Special Coverage

New York Int’l Auto Show

NEW YORK – Audi of America Inc. set a record for sales in March as it closed the books on a booming first quarter, with a volume increase of 34% over like-2009.

However, dealer lots have been left nearly bare, as days’ supply of inventory has dropped to 30 units.

“It's a good problem to have,” Johann de Nysschen, Audi's U.S. chief, tells Ward's in an interview at the auto show here, although he admits the oversupply in first-half 2009 has swung too far in the other direction.

For the last seven months, Audi’s deliveries have exceeded de Nysschen’s forecasts. “We will likely not restore a good supply (of vehicles) until the middle of the year,” he says. About one-quarter of Audi sales are cross/utility vehicles.

“There's an opportunity to grow that if we get more supply,” adds de Nysschen. “We could sell 500 more Q7s a month and another 1,000 Q5s per month, if we could get them.” Q5 sales in the first quarter soared 114.1%, while Q7 deliveries fell 11.5%. “We've been growing our (overall) market share for the past five years.”

Still, the auto maker’s market share remains unchanged from last year.

De Nysschen predicts Audi will grow faster than the other three leading brands in the luxury segment: Lexus, BMW and Mercedes-Benz. “But unless the sales are good quality business, I'd rather let it go.”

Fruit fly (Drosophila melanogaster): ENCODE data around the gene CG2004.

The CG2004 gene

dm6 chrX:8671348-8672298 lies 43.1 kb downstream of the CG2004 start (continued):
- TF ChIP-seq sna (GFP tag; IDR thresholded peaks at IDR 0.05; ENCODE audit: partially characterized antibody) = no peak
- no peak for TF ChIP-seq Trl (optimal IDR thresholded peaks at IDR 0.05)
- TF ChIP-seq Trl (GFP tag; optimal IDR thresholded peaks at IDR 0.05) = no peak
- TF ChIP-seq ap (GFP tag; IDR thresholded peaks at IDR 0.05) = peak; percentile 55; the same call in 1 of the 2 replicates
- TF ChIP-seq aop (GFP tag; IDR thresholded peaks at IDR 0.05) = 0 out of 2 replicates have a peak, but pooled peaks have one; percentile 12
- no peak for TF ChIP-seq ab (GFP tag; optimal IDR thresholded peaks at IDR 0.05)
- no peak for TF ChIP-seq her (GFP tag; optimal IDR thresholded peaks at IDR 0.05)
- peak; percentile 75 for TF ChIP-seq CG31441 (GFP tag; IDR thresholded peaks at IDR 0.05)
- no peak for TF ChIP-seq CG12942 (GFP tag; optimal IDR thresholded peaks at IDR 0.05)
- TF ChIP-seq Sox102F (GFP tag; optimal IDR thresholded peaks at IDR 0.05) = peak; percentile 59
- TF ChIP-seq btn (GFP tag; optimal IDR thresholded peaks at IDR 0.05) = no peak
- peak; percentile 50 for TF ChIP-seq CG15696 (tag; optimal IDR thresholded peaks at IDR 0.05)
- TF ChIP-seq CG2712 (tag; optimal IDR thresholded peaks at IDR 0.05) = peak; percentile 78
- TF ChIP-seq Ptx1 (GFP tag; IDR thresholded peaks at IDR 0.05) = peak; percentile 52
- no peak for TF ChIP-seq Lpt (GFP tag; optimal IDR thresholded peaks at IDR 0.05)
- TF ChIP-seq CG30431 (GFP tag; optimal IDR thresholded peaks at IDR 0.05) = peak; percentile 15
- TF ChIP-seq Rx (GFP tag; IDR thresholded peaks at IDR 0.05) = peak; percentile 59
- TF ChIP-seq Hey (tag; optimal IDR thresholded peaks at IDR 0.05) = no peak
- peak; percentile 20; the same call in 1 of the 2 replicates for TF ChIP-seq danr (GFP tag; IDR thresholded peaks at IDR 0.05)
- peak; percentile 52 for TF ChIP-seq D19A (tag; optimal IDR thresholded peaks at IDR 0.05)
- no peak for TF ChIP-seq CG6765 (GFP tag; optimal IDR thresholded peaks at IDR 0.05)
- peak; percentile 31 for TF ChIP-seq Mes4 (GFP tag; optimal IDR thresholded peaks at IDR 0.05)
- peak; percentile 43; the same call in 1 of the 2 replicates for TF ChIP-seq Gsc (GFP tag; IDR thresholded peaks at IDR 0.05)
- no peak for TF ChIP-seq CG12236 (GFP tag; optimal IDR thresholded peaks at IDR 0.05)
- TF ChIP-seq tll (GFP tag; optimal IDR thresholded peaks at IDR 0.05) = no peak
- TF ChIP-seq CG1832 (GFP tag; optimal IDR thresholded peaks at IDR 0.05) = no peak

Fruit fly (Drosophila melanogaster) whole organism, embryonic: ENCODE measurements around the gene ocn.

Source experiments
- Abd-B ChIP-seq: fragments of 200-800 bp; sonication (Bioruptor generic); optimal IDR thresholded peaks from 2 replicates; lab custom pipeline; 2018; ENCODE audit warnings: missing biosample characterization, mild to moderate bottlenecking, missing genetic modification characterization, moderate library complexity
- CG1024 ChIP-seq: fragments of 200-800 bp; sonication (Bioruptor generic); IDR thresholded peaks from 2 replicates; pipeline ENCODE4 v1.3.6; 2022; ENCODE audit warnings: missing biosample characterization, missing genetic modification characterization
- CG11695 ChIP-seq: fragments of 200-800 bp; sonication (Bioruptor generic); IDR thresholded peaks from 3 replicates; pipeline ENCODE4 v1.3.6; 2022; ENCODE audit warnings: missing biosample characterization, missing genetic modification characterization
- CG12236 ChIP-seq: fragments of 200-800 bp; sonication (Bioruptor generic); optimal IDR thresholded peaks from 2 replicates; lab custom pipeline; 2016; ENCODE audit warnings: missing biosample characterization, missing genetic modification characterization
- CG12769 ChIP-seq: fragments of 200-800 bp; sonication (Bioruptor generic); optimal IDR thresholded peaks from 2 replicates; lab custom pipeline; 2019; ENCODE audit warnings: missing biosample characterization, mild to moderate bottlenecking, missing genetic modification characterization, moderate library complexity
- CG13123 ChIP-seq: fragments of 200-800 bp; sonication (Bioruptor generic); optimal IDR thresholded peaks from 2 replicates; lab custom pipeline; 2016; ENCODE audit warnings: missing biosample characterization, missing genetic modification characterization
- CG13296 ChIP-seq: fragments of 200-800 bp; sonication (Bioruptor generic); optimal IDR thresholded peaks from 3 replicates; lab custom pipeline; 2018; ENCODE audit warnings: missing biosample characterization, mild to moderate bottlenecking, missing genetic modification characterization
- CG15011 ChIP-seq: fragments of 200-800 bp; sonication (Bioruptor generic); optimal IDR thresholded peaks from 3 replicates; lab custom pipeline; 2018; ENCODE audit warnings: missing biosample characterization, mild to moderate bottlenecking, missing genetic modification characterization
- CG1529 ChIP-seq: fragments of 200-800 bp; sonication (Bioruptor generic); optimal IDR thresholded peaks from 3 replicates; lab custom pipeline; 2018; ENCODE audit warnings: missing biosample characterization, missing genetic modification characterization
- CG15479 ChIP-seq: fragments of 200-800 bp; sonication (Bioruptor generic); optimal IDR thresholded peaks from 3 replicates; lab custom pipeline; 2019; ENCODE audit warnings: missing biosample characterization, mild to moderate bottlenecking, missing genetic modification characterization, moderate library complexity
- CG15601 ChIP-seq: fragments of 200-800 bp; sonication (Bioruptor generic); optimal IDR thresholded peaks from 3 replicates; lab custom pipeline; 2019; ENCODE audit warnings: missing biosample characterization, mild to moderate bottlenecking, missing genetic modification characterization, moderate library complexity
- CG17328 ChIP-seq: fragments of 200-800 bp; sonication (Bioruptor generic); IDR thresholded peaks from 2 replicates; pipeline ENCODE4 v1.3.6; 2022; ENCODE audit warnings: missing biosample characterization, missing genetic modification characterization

He has elected to refrain from matching the current aggressive incentives of his competitors, even though the luxury market is highly competitive. “If one goes down selling for the best deal, it's a slippery slope, abandoning the reason people buy luxury vehicles.”

De Nysschen says aggressive leasing deals are not a good strategy to follow in the segment, either.

But he notes an expanding demand for entry-level compact vehicles is slowly emerging in the luxury segment. The A3 is one of the pioneers, with sales more than doubling to 1,450 in the first quarter without any advertising or marketing support.

Margins on the compacts are tight, de Nysschen says. Audi also is at capacity in Germany because of demands in other markets for the small car, and he predicts the luxury segment in the U.S. will evolve to sell more downsized cars.

One interesting thing to note about the A3 is that 50% of its sales here are powered by diesels, he says. “That's a great opportunity for us in the future. We could get greater allocations of the A3 in the future.”

De Nysschen expects the next-generation A3, due in 2013, will sell in higher volumes in the U.S. at the same time European deliveries decline as the current model gets older. “That might mean a greater supply for us,” he says.